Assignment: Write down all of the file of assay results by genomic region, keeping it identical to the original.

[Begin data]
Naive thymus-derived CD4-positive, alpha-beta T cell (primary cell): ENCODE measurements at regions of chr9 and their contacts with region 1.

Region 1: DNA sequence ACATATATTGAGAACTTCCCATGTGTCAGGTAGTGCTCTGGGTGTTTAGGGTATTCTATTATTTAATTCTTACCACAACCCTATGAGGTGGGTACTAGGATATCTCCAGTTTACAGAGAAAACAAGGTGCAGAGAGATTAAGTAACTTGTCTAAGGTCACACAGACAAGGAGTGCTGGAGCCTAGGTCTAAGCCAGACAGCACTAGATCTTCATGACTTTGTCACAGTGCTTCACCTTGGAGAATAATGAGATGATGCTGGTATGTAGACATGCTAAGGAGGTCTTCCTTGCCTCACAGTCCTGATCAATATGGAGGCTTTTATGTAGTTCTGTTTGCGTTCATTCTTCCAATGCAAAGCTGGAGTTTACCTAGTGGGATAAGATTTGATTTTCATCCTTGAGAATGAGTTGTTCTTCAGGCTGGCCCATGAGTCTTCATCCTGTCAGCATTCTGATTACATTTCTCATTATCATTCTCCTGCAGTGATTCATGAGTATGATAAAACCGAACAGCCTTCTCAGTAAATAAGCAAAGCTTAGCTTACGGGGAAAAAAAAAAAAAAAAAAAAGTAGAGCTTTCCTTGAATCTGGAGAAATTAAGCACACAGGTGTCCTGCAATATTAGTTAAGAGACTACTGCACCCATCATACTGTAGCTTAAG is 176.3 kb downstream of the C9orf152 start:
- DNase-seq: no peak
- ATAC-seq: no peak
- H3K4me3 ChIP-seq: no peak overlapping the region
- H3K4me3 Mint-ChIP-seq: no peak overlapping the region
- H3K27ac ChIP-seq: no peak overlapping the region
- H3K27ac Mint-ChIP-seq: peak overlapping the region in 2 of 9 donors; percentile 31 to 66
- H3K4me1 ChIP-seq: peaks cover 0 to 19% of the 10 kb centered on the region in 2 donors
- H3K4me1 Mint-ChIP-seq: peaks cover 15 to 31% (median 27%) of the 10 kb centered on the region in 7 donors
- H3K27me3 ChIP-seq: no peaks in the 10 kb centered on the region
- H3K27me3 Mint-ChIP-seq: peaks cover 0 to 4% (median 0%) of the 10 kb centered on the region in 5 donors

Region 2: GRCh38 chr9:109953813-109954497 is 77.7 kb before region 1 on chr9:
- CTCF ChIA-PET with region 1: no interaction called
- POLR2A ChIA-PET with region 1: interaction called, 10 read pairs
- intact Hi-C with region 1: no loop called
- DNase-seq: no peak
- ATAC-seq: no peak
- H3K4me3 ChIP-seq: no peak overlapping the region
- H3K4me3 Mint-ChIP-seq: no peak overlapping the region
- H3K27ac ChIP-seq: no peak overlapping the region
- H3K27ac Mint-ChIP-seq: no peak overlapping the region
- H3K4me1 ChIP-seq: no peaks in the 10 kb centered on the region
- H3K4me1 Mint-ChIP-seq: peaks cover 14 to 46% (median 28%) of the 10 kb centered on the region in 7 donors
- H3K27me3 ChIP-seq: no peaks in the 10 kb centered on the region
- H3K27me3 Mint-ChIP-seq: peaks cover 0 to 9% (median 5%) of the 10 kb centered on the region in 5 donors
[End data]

Naive thymus-derived CD4-positive, alpha-beta T cell (primary cell): ENCODE measurements at regions of chr9 and their contacts with region 1.

Region 1: DNA sequence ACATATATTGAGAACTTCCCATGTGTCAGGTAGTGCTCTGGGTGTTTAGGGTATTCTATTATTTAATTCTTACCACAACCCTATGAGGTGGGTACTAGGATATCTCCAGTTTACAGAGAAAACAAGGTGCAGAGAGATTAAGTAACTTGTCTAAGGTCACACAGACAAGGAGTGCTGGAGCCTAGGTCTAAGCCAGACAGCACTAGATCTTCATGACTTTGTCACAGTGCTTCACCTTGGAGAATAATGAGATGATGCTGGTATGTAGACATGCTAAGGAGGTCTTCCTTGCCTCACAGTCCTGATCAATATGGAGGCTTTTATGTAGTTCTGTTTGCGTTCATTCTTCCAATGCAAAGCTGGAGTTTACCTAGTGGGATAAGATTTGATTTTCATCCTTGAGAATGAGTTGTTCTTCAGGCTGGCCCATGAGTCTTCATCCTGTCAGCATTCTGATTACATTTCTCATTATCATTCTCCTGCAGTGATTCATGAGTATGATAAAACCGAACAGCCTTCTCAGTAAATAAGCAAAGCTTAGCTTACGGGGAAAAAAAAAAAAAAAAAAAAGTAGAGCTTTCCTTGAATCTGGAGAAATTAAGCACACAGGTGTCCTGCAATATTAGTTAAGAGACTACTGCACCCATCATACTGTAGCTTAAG is 176.3 kb downstream of the C9orf152 start:
- DNase-seq: no peak
- ATAC-seq: no peak
- H3K4me3 ChIP-seq: no peak overlapping the region
- H3K4me3 Mint-ChIP-seq: no peak overlapping the region
- H3K27ac ChIP-seq: no peak overlapping the region
- H3K27ac Mint-ChIP-seq: peak overlapping the region in 2 of 9 donors; percentile 31 to 66
- H3K4me1 ChIP-seq: peaks cover 0 to 19% of the 10 kb centered on the region in 2 donors
- H3K4me1 Mint-ChIP-seq: peaks cover 15 to 31% (median 27%) of the 10 kb centered on the region in 7 donors
- H3K27me3 ChIP-seq: no peaks in the 10 kb centered on the region
- H3K27me3 Mint-ChIP-seq: peaks cover 0 to 4% (median 0%) of the 10 kb centered on the region in 5 donors

Region 2: GRCh38 chr9:109953813-109954497 is 77.7 kb before region 1 on chr9:
- CTCF ChIA-PET with region 1: no interaction called
- POLR2A ChIA-PET with region 1: interaction called, 10 read pairs
- intact Hi-C with region 1: no loop called
- DNase-seq: no peak
- ATAC-seq: no peak
- H3K4me3 ChIP-seq: no peak overlapping the region
- H3K4me3 Mint-ChIP-seq: no peak overlapping the region
- H3K27ac ChIP-seq: no peak overlapping the region
- H3K27ac Mint-ChIP-seq: no peak overlapping the region
- H3K4me1 ChIP-seq: no peaks in the 10 kb centered on the region
- H3K4me1 Mint-ChIP-seq: peaks cover 14 to 46% (median 28%) of the 10 kb centered on the region in 7 donors
- H3K27me3 ChIP-seq: no peaks in the 10 kb centered on the region
- H3K27me3 Mint-ChIP-seq: peaks cover 0 to 9% (median 5%) of the 10 kb centered on the region in 5 donors